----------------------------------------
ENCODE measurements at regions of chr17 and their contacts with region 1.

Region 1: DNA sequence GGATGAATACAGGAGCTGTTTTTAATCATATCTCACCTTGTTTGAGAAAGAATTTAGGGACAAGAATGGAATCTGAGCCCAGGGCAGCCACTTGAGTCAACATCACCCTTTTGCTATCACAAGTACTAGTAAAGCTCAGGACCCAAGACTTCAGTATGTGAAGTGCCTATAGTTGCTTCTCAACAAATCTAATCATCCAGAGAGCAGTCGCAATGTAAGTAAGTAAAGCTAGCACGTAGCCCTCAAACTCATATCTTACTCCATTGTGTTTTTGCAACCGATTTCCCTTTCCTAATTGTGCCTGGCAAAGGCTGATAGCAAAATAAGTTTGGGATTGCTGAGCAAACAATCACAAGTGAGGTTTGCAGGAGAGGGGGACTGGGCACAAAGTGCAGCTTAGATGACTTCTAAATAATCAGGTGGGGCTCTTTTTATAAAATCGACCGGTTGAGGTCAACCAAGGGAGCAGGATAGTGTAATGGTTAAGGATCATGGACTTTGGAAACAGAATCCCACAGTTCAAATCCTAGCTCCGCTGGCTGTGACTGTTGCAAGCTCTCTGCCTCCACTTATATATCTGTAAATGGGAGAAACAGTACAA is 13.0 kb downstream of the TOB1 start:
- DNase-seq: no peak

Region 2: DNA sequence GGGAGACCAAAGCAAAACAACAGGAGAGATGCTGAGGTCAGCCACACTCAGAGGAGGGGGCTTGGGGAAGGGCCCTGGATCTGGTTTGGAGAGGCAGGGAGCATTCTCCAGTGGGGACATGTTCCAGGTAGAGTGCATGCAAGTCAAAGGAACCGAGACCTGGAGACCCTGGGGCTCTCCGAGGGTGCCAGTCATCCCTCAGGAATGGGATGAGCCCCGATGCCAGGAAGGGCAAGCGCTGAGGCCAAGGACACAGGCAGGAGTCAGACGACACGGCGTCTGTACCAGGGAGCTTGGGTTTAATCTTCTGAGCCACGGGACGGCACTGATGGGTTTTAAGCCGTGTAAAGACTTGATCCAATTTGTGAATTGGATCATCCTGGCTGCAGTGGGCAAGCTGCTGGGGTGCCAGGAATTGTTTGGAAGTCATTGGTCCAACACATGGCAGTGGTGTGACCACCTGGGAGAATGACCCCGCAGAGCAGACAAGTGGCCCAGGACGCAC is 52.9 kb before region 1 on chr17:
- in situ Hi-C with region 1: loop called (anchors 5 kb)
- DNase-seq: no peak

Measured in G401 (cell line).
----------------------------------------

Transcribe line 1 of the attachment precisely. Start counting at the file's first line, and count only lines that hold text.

ENCODE measurements at regions of chr17 and their contacts with region 1.